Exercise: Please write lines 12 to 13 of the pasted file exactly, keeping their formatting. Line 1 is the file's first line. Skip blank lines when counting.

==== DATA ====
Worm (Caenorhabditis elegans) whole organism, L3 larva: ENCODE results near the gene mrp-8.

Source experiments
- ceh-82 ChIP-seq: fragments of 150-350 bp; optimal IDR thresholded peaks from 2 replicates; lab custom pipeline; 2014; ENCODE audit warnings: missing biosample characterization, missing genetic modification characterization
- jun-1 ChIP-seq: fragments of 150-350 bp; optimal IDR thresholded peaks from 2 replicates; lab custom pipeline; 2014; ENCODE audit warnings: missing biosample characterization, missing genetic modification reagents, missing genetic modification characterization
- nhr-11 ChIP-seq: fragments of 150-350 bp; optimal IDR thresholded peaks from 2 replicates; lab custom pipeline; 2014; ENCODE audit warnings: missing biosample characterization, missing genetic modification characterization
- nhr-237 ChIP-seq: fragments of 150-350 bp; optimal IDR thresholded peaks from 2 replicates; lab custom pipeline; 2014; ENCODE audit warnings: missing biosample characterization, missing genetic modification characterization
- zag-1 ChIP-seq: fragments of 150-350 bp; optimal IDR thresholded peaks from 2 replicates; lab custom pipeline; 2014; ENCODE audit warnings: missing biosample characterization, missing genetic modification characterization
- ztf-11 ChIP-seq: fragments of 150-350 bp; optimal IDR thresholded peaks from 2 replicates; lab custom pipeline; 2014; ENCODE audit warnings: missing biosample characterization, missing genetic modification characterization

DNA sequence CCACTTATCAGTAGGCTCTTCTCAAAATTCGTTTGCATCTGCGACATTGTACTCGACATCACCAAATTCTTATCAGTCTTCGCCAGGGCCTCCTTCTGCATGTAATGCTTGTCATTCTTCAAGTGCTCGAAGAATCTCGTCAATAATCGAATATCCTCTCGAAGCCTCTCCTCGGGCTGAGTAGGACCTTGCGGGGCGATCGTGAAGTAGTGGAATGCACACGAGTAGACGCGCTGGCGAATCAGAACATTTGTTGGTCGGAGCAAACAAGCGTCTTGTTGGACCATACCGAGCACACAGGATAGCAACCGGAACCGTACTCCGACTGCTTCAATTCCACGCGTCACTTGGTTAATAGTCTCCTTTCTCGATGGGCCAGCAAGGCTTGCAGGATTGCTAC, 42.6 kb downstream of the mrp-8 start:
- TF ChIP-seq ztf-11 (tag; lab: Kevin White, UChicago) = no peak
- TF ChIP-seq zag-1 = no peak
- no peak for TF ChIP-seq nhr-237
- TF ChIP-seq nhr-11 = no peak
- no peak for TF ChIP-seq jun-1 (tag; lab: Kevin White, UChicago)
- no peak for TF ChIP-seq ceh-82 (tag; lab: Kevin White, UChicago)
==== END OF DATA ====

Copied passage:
- no peak for TF ChIP-seq nhr-237
- TF ChIP-seq nhr-11 = no peak